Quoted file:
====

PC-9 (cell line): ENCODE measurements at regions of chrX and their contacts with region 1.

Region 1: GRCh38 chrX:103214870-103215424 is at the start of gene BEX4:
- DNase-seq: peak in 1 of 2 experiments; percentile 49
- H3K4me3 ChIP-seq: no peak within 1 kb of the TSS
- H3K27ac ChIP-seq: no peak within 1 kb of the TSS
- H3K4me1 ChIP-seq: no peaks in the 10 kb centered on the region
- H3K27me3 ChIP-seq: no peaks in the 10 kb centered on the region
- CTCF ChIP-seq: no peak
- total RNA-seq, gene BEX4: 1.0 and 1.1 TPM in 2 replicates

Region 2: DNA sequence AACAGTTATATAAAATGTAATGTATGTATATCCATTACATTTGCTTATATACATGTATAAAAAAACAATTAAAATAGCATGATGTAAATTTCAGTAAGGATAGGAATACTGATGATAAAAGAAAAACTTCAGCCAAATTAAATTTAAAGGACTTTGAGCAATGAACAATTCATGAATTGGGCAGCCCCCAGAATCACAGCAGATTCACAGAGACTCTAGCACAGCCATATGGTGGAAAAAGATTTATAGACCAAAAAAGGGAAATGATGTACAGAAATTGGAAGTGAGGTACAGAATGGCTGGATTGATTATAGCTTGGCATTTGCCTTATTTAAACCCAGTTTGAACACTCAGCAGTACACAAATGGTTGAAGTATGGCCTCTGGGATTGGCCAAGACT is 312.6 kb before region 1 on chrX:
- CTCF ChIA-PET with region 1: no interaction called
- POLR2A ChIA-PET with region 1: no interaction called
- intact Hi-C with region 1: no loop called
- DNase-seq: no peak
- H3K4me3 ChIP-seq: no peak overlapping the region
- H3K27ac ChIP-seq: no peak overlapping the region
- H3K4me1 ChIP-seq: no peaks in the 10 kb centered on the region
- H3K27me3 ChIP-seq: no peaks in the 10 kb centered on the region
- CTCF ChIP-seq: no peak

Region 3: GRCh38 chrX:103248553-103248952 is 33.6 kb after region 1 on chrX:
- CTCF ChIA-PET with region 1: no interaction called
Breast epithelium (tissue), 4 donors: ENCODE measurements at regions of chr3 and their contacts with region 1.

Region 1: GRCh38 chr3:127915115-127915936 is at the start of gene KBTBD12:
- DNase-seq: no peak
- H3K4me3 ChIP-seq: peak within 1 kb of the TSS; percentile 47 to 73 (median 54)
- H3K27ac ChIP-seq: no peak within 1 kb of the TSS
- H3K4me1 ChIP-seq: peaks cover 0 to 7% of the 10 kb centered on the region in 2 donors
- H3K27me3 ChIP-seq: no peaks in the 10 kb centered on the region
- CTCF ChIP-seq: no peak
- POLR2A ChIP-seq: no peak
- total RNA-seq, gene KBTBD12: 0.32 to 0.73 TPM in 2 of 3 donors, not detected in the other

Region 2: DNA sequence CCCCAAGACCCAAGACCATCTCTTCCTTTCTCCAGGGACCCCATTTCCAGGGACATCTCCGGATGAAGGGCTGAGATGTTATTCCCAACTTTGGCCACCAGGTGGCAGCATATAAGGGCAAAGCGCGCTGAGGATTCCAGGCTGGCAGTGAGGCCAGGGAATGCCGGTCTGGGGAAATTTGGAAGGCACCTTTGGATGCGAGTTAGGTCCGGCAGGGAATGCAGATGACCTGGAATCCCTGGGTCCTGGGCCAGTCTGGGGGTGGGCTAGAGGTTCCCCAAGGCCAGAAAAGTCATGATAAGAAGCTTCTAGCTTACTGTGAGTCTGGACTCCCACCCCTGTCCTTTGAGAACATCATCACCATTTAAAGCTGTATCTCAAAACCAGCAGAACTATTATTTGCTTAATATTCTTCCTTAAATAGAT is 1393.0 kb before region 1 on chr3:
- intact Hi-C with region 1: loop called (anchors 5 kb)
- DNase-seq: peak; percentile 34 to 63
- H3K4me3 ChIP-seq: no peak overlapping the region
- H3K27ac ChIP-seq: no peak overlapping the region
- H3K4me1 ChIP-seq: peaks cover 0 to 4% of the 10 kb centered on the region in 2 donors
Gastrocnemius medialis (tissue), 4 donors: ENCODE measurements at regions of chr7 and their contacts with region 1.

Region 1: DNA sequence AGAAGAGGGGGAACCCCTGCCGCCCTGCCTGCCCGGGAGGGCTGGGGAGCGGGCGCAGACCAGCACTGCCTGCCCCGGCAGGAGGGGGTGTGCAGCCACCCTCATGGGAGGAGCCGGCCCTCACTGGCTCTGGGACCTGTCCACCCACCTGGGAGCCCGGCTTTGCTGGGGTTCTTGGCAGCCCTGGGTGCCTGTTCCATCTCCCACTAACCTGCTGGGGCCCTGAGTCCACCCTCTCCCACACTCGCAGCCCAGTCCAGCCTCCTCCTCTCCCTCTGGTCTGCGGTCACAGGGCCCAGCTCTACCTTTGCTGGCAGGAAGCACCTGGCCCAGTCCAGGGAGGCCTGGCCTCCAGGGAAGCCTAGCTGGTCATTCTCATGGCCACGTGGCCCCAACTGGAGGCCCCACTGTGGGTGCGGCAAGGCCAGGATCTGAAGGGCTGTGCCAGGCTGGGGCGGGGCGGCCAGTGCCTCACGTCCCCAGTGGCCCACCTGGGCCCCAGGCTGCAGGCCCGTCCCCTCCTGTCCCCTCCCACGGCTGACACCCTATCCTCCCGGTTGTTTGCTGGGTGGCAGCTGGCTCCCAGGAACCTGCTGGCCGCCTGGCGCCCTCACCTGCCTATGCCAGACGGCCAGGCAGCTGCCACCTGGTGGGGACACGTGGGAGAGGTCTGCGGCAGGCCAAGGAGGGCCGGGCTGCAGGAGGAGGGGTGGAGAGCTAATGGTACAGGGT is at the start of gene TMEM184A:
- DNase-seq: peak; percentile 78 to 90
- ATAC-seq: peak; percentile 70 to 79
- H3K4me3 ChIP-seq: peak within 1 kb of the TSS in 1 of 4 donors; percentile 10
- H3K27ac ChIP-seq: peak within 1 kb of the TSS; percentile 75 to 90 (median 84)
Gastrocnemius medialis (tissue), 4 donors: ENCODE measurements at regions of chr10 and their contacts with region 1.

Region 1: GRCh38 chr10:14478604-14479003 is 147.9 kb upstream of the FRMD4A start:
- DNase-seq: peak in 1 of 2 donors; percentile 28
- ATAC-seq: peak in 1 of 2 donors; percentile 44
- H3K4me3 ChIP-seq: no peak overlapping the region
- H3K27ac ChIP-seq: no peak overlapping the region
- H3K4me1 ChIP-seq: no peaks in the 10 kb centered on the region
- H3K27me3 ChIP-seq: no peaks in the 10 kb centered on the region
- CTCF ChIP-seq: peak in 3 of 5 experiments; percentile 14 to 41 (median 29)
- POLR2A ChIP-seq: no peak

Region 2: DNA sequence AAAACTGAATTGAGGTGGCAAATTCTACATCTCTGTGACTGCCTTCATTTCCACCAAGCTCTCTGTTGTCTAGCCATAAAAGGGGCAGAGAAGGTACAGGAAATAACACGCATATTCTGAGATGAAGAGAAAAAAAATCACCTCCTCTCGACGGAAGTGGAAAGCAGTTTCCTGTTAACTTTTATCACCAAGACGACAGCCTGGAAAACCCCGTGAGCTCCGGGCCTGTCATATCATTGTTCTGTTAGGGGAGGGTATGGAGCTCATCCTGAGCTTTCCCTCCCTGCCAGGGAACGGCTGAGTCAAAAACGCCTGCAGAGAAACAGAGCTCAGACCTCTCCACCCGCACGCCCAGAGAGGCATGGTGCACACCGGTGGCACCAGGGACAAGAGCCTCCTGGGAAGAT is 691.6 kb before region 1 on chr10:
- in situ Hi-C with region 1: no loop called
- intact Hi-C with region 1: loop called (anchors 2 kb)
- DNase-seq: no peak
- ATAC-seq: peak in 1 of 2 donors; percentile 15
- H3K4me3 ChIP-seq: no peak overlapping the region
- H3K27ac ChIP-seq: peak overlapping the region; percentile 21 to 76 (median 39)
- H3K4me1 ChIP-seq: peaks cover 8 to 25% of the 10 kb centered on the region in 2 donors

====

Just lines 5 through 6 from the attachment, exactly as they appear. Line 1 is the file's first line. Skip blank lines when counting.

- H3K27ac ChIP-seq: no peak within 1 kb of the TSS
- H3K4me1 ChIP-seq: no peaks in the 10 kb centered on the region